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U.S. backing waiver of patent protection for vaccines is a ‘complex issue’: Doctor

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Dr. Payal Patel, Infectious Diseases Physician, joins Yahoo Finance’s Kristin Myers and Alexis Christoforous to discuss the latest on the coronavirus pandemic.

Video Transcript

ALEXIS CHRISTOFOROUS: To talk more about this now and overall the state of the coronavirus in our country with Doctor Payal Patel, infectious disease physician. , Doctor Thanks for being with us. You just heard Anjalee's report, and there is controversy here about what the Biden administration is doing. How necessary is it for the White House to break these patent protections in order to expand global vaccine access?

PAYAL PATEL: Yeah. I think it is a really complex issue. And we would think about this as almost pre-step one in the chain of events that have to happen to get a vaccine into someone's arm in another country. I think it is definitely a step in the right direction. Some people are thinking about it as kind of a push for industry to do something quicker.

We know that just by itself, if we were to just follow this all the way through, it might be until 2022 until it was really able to affect because of lack of raw materials, how hard it is to put together vaccines in another country without kind of that infrastructure. But at the same time, something like this happening could push more companies to donate vaccine, or the United States, to donate vaccine to countries that are in dire need right now, like India.

KRISTIN MYERS: And, doctor, I want to pivot now to talk about vaccinations-- new reports and surveys out showing that not too many parents want to get their children vaccinated. So I have a question-- what is your thoughts on some of those survey results? And then just more broadly, if we see most American adults being vaccinated, how necessary is it for children to be vaccinated as well, especially as we've seen that the virus has not impacted children as severely as it has adults?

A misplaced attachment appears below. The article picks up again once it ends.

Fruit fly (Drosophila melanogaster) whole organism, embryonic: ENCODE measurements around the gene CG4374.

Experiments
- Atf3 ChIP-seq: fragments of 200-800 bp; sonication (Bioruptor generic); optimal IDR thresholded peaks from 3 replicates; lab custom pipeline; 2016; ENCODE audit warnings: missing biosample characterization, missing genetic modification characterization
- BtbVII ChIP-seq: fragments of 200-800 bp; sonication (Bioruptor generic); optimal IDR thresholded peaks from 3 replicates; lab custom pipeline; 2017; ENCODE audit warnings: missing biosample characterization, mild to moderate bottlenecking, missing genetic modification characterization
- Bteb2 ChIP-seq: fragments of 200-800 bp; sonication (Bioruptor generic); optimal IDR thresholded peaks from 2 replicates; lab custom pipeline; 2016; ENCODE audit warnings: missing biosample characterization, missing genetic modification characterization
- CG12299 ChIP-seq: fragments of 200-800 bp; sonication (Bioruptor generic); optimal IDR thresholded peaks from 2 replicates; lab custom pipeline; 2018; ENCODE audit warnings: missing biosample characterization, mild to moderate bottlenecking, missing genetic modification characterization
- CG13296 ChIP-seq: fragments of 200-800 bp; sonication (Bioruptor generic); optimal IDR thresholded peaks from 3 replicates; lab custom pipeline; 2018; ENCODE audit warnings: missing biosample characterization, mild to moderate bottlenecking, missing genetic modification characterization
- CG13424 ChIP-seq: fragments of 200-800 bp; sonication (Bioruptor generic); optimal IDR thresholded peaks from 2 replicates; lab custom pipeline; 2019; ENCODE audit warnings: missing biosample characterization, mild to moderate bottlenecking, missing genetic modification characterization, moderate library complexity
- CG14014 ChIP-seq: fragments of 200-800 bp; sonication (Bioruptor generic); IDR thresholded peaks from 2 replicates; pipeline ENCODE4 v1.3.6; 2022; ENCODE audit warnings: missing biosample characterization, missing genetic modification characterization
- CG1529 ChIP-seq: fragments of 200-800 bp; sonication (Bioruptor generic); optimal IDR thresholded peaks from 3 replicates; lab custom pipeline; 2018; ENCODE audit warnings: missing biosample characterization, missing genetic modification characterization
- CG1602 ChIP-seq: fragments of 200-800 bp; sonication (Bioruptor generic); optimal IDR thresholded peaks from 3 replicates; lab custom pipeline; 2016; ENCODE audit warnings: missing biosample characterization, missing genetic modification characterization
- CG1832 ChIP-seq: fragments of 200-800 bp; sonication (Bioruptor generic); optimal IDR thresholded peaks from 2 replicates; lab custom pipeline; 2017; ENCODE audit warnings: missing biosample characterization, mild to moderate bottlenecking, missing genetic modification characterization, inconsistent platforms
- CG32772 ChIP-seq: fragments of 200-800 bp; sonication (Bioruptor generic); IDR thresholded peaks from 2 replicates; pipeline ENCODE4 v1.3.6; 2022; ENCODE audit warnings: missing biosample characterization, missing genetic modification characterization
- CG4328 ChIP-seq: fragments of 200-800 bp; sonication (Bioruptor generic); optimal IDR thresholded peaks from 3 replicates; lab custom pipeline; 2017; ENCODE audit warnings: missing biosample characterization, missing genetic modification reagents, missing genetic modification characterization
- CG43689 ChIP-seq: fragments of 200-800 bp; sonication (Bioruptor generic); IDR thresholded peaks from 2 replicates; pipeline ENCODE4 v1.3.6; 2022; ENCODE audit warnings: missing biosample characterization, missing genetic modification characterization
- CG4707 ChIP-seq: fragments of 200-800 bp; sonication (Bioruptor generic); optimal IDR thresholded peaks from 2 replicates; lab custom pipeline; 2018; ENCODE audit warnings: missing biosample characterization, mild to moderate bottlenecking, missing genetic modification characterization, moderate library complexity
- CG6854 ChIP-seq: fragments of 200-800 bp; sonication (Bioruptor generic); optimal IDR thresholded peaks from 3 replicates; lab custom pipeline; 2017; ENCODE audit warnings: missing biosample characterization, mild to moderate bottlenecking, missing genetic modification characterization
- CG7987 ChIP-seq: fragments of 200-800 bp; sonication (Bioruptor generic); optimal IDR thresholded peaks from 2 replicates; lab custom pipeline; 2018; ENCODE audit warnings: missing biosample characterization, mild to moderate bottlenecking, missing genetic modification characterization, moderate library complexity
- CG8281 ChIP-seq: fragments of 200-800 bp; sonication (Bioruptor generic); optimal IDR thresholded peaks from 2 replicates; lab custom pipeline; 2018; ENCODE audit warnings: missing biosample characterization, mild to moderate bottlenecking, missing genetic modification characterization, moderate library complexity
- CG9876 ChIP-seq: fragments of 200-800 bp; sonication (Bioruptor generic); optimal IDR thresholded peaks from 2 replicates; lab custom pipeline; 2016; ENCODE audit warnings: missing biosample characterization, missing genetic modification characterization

PAYAL PATEL: Yeah, you know, I would think about those numbers as changing. Unfortunately, we're seeing, even in India now, lots of the pediatric ICUs are full. Just in this last month here in Michigan, there were a number of more pediatric admissions to the hospitals because of unvaccinated children due to COVID.

Things have changed from earlier in the pandemic, and that is because in the United States, many people have become vaccinated. The people that we are still seeing get admitted to the hospital are the unvaccinated. So thinking about this as a parent myself, a parent, what I want to do is protect my kid, right? And so we know-- we can look around look at the 200 million people in our country that have been vaccinated and aren't going to the hospital, aren't getting COVID-- if that's what you want for your kid, I would suggest getting them vaccinated.

ALEXIS CHRISTOFOROUS: What do you make of what's happening in India right now and how much that might impact, perhaps, another wave here in the US? Do you think that that's really a possibility?

PAYAL PATEL: It's really devastating what's going on in India. And you know, the way to think about this is-- not even as a country, just in small, small groups, right-- and so even in the US, we've been thinking about it on a state to state basis, sometimes at a county level. What's happening in India is a number-- it's, again, very complex issue. But one thing that's really striking is less than 3% of the population has been vaccinated.

So there are a ton of people who are at risk of infection. We're seeing numbers out of people who are getting infected, but there's so many people who aren't making it to the hospital, who aren't getting tested. So we think that the numbers that we're hearing are probably only a fraction of what's going on.

We're all in this together. So thinking about that, the fact that India actually makes its own vaccines, was donating vaccines to other countries, that really is not helping at a global level. So whatever we can do here to help with the crisis there is, in the end, really going to help this be an afterthought in the future.

ALEXIS CHRISTOFOROUS: All right, we're going to leave it there-- Dr. Payal Patel, infectious disease physician, thanks so much for being with us.

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